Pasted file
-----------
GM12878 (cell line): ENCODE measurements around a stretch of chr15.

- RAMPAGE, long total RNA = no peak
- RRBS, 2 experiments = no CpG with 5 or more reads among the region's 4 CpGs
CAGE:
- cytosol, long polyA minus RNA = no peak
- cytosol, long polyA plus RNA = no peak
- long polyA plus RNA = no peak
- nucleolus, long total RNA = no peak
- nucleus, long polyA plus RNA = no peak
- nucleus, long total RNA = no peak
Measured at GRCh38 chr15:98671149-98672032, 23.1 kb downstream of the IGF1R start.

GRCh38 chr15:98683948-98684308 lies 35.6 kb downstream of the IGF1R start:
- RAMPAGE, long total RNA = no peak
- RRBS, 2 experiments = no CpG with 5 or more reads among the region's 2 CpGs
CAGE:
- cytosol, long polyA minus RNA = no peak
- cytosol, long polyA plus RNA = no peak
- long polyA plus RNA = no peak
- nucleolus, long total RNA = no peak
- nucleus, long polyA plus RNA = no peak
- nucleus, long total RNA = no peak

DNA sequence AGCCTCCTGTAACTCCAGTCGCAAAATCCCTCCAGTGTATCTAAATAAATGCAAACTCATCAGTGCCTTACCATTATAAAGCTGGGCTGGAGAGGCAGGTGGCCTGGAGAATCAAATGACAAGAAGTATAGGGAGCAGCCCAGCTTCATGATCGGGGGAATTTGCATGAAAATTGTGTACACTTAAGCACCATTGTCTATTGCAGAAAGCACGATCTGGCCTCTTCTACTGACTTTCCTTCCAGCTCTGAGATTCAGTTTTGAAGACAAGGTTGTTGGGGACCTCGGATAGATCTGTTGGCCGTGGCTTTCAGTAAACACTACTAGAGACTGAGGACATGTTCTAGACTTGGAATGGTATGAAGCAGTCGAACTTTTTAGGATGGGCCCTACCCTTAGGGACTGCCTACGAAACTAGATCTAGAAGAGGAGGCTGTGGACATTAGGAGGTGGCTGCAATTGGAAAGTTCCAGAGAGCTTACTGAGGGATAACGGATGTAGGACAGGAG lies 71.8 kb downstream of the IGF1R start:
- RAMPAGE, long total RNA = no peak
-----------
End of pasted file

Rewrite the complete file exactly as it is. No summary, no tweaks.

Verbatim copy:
GM12878 (cell line): ENCODE measurements around a stretch of chr15.

- RAMPAGE, long total RNA = no peak
- RRBS, 2 experiments = no CpG with 5 or more reads among the region's 4 CpGs
CAGE:
- cytosol, long polyA minus RNA = no peak
- cytosol, long polyA plus RNA = no peak
- long polyA plus RNA = no peak
- nucleolus, long total RNA = no peak
- nucleus, long polyA plus RNA = no peak
- nucleus, long total RNA = no peak
Measured at GRCh38 chr15:98671149-98672032, 23.1 kb downstream of the IGF1R start.

GRCh38 chr15:98683948-98684308 lies 35.6 kb downstream of the IGF1R start:
- RAMPAGE, long total RNA = no peak
- RRBS, 2 experiments = no CpG with 5 or more reads among the region's 2 CpGs
CAGE:
- cytosol, long polyA minus RNA = no peak
- cytosol, long polyA plus RNA = no peak
- long polyA plus RNA = no peak
- nucleolus, long total RNA = no peak
- nucleus, long polyA plus RNA = no peak
- nucleus, long total RNA = no peak

DNA sequence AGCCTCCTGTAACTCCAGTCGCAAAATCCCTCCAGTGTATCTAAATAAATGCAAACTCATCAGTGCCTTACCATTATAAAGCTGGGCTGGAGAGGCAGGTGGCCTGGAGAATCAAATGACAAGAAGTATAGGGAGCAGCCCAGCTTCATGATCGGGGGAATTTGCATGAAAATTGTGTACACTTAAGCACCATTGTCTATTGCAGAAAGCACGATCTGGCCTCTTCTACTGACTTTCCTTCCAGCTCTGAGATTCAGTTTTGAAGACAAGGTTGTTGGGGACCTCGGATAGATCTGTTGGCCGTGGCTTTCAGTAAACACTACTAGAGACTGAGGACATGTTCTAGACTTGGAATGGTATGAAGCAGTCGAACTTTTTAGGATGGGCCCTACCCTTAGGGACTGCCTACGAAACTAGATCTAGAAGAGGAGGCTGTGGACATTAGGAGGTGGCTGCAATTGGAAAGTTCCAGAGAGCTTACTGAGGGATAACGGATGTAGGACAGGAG lies 71.8 kb downstream of the IGF1R start:
- RAMPAGE, long total RNA = no peak